At last night’s Meeting VI of the Alexandria Web Strategy Discussion Group, convened at New Target in Alexandria, Virginia, Maddie Grant raised the topic of RSS feeds. She’s tried a number of readers and now she uses Google Reader. Still, she complains about the problems with setting up readers and especially the challenges of explaining the process to other users. In her mind, RSS has not lived up to its promise.
My take is a bit different. My use of RSS has also changed over the years. I have ended up using it both as an aid to “current awareness” and to my own publishing.
With respect to current awareness, I too have tried a variety of readers and have settled on a Firefox add on called Wizz. A while back I dutifully went through and organized my several hundred feed subscriptions into categories in Wizz, which shows up as a bookmark extension in a vertical window on the left side of the Firefox browser. I also methodically un-subscribed from all the email newsletters and announcements I had been getting in an effort to simplify my email life.
As it turns out, though, I don’t scan my different feeds as religiously as I used to. Instead, I use Wizz to generate and maintain a master OPML file containing all my feed subscriptions that I use as the basis for a My Megite page. Megite as a news aggregator uses my OPML files as the basis for its scan of daily news items. It regularly discovers new items from the people whose RSS feed information is included in my OPML file as well as related items that Megite determines may also interest me. It’s an efficient system that kills two birds with one stone:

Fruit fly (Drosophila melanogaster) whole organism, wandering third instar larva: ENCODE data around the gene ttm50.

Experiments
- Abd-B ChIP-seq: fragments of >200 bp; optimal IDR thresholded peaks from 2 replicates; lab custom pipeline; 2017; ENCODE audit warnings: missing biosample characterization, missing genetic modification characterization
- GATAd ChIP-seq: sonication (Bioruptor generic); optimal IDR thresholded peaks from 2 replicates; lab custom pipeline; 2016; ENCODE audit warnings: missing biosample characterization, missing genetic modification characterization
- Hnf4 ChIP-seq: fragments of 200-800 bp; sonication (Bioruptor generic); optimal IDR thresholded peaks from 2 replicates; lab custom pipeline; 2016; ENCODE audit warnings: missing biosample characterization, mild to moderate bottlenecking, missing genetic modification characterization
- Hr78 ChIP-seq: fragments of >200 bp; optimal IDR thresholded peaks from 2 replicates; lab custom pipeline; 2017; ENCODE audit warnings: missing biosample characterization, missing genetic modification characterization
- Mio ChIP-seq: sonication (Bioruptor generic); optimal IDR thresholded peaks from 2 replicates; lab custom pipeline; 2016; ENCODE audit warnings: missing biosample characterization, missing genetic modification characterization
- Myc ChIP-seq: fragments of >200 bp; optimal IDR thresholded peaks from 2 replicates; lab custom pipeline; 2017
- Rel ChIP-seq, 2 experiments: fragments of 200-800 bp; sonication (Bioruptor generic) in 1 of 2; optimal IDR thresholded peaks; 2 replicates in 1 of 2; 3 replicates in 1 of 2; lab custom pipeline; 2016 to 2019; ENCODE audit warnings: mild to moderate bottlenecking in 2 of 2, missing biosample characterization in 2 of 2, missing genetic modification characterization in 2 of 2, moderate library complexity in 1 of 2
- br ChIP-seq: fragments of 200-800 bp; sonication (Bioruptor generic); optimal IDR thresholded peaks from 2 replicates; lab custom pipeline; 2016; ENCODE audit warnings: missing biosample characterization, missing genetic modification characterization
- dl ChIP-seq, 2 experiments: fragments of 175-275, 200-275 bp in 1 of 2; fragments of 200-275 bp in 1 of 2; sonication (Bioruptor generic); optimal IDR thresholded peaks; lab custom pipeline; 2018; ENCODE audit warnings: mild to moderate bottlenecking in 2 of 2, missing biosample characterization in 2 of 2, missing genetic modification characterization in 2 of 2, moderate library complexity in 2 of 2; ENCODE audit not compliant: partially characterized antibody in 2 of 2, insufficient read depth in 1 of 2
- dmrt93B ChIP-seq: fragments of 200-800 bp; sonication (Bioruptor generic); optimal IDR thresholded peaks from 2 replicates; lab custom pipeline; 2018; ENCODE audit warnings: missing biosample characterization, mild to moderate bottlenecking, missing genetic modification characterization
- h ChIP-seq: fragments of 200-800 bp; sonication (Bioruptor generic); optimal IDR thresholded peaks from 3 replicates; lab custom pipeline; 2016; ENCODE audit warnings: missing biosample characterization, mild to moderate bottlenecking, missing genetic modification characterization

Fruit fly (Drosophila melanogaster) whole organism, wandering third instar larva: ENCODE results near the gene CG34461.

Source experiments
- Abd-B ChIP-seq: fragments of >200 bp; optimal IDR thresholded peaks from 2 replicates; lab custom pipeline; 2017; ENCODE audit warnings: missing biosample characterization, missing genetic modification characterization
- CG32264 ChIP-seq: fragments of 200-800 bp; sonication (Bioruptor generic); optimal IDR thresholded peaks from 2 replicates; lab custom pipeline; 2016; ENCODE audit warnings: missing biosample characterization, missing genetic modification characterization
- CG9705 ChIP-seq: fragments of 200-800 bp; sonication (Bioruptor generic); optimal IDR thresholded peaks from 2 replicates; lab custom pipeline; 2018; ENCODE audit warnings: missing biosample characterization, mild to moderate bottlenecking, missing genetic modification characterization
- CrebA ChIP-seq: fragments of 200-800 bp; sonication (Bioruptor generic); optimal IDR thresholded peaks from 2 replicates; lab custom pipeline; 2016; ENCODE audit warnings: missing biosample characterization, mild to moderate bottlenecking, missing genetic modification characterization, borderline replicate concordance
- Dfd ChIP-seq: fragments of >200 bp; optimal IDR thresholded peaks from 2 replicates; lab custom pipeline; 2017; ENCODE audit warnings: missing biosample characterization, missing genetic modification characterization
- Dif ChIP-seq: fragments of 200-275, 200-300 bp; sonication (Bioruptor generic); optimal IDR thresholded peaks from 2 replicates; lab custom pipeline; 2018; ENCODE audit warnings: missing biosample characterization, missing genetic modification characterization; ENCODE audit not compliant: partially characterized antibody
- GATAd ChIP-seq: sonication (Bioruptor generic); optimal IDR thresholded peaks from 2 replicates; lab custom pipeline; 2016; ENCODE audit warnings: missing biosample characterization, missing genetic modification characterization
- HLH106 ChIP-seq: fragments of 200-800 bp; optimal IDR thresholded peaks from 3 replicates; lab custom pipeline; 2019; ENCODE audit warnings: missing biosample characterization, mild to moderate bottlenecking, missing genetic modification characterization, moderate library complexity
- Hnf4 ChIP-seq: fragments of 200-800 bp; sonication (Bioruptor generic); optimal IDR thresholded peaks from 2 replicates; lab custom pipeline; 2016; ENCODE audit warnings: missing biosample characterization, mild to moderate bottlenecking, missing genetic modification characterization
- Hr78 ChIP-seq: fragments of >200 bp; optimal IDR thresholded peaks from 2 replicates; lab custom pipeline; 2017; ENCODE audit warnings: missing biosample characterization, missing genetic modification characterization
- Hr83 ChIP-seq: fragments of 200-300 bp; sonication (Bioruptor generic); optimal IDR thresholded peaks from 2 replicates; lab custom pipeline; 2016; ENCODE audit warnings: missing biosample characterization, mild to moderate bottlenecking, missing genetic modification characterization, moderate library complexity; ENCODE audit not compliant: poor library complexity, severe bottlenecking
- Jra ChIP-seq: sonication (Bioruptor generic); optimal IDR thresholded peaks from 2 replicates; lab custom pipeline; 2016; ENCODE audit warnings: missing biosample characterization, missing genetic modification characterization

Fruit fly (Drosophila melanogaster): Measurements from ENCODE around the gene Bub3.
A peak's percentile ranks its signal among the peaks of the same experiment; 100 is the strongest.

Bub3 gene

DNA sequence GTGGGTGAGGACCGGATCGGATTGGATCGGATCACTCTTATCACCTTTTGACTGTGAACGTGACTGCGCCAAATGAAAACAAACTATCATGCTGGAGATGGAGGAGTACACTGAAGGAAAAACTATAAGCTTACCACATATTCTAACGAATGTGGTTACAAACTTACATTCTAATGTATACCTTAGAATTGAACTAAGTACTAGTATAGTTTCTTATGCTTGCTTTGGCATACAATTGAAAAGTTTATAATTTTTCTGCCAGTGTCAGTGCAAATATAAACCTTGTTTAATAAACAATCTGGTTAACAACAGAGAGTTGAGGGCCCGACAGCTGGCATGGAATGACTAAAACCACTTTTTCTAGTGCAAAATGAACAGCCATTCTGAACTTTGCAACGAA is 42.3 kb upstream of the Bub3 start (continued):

- Megite makes me aware of new stuff published by people in my RSS subscription list.
- It also incorporates new and related tech news items.
It’s one of the first things I check each morning.
My second use of RSS is as an aid to my own blog publishing. My blog service Squarespace generates a separate RSS (or Atom) feed for just about every organized object in my blog, including separate feeds for each individual tag. I also use del.icio.us to save and tag web based bookmarks, and del.icio.us generates an RSS feed for each tag as well. I take these feeds and, using the Grazr widget service, generate a within-page list of links. Here’s a list of links based on my own blog posts tagged with the term RSS:
Here’s a list of del.icio.us links tagged with “RSS”:
I use these displays throughout my blog and am very pleased at the way they are automatically updated.
Now, I’m not saying that RSS is perfect. In fact, I would not want to have to explain all the variations that are available to organizing and reading them. When I’m in a position to recommend a feed strategy to a client, for example, I recommend both the process for generating the feed (and its associated filtering) as well as the reader strategy; the two have to be handled together, especially in situations where user audiences have a great variability in technical sophistication.
Still, Maddie is justified in her frustration. RSS is still more complex than it needs to be. In my view, the more “invisible” it becomes, the better — as long as it can continued to be used to generate and manage discrete user managed data streams.
- Copyright (2008) by Dennis D. McDonald